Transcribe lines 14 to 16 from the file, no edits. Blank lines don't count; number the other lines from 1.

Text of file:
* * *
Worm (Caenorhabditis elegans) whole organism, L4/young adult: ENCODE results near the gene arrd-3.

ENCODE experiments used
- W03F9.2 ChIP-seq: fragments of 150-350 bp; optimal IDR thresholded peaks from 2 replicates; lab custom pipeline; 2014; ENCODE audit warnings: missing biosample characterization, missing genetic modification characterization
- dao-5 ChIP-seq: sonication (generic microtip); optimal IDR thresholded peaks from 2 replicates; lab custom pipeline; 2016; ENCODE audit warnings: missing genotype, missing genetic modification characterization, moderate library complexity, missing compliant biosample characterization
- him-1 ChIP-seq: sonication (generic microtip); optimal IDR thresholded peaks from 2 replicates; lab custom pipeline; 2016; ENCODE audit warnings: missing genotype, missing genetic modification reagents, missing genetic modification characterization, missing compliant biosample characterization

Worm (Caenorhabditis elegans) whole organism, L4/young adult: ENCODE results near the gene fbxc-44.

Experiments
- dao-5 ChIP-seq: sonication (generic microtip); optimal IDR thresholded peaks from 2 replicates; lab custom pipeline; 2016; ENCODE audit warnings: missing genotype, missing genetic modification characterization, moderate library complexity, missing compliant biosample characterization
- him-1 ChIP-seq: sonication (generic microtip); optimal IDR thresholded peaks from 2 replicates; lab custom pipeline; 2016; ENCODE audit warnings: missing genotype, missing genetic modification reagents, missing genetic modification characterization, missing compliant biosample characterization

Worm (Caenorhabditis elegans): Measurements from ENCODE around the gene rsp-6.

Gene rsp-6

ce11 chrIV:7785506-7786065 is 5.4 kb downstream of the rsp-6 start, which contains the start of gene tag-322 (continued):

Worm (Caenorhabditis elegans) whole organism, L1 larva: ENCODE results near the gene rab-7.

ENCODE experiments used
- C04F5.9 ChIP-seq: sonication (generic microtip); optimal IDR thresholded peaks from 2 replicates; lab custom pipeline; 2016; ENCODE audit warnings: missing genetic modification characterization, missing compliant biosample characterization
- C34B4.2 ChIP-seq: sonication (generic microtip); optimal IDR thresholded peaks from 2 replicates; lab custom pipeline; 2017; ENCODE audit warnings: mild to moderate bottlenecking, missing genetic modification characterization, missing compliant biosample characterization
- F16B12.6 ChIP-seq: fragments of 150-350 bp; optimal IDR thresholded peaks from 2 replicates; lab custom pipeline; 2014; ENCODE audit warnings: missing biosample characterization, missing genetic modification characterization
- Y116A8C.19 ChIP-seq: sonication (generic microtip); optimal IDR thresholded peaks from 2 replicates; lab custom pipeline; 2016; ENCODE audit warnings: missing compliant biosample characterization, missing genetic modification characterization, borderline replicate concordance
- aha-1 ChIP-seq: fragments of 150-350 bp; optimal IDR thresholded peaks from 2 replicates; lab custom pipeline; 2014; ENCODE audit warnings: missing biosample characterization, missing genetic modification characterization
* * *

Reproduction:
ENCODE experiments used
- C04F5.9 ChIP-seq: sonication (generic microtip); optimal IDR thresholded peaks from 2 replicates; lab custom pipeline; 2016; ENCODE audit warnings: missing genetic modification characterization, missing compliant biosample characterization
- C34B4.2 ChIP-seq: sonication (generic microtip); optimal IDR thresholded peaks from 2 replicates; lab custom pipeline; 2017; ENCODE audit warnings: mild to moderate bottlenecking, missing genetic modification characterization, missing compliant biosample characterization